Are New York Jews More Jewish?

LES SUSSMAN

By Lenore Skenazy

Published February 17, 2010, issue of February 26, 2010.
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Oh, to use “appetizing” as a noun! Oh, to remember sunny summers spent splashing on the beach at Coney Island. Oh, to have a knish do for me what a madeleine did for Proust — unleash a torrent of memories, except instead of tortured and French, mine are warm and borough based. A violin fiddles in the background; Mayor Ed Koch plays the role of Tevye. Oh, to have been born a New York Jew!

Sure, I’m happy enough to have been born a suburban Chicago Jewess. But right after college I moved to New York — Brooklyn, actually (for the accent!) — convinced then, and to this day, that there is just something more Jewish about New York Jews. Something ineffable, enviable. But is it true? Are New York Jews the chosen chosen? Or am I just a self-hating Chicagoan? And while we’re at it: How can one Jew be more Jewish than another Jew, nu?

“Most Jews feel that someone else is more Jewish than them,” a reassuring Rabbi Irwin Kula said when I confessed my New York complex. “I can’t tell you how many people come up and tell me, ‘I’m not — something.’” Usually they worry they’re not religious enough, said the rabbi, who is president of CLAL — The National Jewish Center for Learning and Leadership. But my problem, he discerned, is that I don’t feel ethnic enough.

That’s exactly it! Where I grew up there were plenty of Jews, but for better or worse, no one has ever dubbed suburban Chicago “Hymietown.” In New York, Jews are practically born in borscht. From babyhood they’re swimming in ethnicity, from bagel stores to Brooklyn’s Boro Park to Broadway — so much that they don’t even notice. And they’re always just a subway ride away from Manhattan’s Lower East Side, our ancestral gateway to America.

“I do think of New York as the ‘homeland,’” Doreen Orion said. “Russia and Poland — not so much. I’ve never been there, and my grandparents didn’t exactly get a warm send-off.”

A New York-raised Jew, and author of the travel memoir “Queen of the Road” (Broadway, 2008) Orion recently visited Israel, where friends told her she’d feel at home instantly.

She didn’t. At all. “New York Jews and Israelis are totally different animals,” Orion said. “But the falafel was amazing.”

The falafel almost proves her point: Israel is a modern country filled with Jews who have adapted to the Middle East. They left behind their old names and some of their old recipes, too. What could be less Orchard Street?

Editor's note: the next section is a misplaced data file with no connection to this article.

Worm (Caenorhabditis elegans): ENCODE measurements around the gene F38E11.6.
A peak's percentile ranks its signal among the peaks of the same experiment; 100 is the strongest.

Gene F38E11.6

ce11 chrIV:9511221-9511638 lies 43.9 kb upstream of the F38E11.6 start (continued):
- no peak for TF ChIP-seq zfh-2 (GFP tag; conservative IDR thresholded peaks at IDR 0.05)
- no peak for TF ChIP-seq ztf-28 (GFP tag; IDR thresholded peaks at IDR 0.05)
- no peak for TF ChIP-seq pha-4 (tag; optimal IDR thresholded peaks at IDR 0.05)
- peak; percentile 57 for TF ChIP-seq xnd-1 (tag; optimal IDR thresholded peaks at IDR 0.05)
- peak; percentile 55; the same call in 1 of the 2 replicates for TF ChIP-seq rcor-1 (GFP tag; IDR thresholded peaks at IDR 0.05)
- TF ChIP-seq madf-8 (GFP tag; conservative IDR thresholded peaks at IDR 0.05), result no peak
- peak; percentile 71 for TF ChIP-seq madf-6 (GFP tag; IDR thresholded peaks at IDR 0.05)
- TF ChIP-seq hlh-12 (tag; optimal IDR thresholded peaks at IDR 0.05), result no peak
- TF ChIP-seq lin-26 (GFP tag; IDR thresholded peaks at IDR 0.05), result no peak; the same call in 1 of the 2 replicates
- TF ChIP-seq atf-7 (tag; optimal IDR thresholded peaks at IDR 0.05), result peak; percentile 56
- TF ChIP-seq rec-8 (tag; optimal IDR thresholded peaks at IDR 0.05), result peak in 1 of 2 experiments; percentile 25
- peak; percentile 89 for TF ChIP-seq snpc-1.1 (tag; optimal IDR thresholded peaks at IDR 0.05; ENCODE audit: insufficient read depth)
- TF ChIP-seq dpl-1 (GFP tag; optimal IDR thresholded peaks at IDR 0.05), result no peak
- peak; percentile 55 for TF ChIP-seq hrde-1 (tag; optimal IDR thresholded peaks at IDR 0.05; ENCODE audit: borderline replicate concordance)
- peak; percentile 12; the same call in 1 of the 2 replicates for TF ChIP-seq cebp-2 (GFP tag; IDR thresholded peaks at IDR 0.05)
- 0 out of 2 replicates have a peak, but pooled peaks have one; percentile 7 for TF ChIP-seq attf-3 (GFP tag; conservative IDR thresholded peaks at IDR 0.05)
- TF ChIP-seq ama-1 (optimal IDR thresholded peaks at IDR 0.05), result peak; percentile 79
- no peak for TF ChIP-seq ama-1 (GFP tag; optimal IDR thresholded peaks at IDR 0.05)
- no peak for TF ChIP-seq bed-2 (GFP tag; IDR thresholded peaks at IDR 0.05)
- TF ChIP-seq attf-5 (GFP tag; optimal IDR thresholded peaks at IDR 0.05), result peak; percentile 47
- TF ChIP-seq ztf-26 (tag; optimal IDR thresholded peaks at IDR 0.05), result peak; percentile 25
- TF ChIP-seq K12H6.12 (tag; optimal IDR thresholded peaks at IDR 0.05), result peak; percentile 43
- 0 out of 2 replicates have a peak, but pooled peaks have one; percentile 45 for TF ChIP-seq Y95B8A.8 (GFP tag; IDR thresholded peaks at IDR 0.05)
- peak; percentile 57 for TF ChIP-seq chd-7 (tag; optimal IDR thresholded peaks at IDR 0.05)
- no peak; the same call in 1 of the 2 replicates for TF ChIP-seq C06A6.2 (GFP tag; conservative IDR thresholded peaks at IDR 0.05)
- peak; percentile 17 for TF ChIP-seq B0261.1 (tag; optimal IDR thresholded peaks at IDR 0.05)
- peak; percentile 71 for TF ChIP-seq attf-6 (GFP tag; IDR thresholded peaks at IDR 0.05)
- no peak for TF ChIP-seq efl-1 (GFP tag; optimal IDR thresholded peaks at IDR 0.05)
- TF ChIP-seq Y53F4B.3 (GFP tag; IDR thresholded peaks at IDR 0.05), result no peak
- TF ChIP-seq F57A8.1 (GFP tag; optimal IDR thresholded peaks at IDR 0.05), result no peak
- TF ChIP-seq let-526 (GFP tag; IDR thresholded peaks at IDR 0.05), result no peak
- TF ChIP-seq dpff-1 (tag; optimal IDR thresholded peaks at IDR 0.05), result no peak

When I asked him his views on New York Jews, author Douglas Rushkoff wrote in an e-mail, “In my book, ‘Nothing Sacred: The Truth About Judaism,’ (Crown, 2003) I [say that] many American Jews consider Israel the heart of Judaism. They write checks to Israel where they assume the ‘real Jews’ are doing whatever real Judaism is.” He went on: “But people in New York City don’t have quite that problem, because we see our own city reflecting Jewish values. New York is where European Jews came not just during the Holocaust, but during every holocaust.”

With so many Jews so eager to resume their uprooted lives, a great miracle happened here: Rather than Jews becoming assimilated to New York, it went the other way around: New York assimilated to the Jews. That’s why comedian Lenny Bruce could declare: “It doesn’t matter, even if you’re Catholic. If you live in New York, you’re Jewish. If you live in Butte, Montana, you are going to be goyish if you’re Jewish.”

“I think it’s the concentration that allowed Jews to shape a certain part of New York life,” social media consultant Elaine Bloom said. “The way things slow down around the Jewish holidays. The way every coffee shop offers matzo during Passover. The way so many people who are not Jewish understand a few Yiddish words, and use them.”

“My Italian neighbors in Queens knew that the best thing to bread fish with was matzo meal, so they’d come over to borrow some if they ran out,” said Rabbi Michael Shevack, who has since relocated to Pennsylvania. In New York, “your identity as a Jew and your identity as an American were fused, and you couldn’t get that elsewhere.”

Aha! That is the identity I always craved: The one where Jewishness and Americanness — and funniness and a certain pushiness and love of fatty meat — all got blended together. And crazy or not, I’ve spent my adult life stuffing myself with that mixture, like a human kishke.

I’m writing for the Forward, right? I go to a synagogue where they serve herring. My sons are named Morry and Izzy! Come on — mah-jongg may still elude me, but does that mean I am forever to remain a mild-mannered Midwest miss? “Fuhgeddaboutit!” as they say.

And as I say now, too.

Lenore Skenazy is the author of “Who’s the Blonde That Married What’s-His-Name? The Ultimate Tip of the Tongue Test of Everything You Know You Know — But Can’t Remember Right Now” (Penguin Group, 2009).


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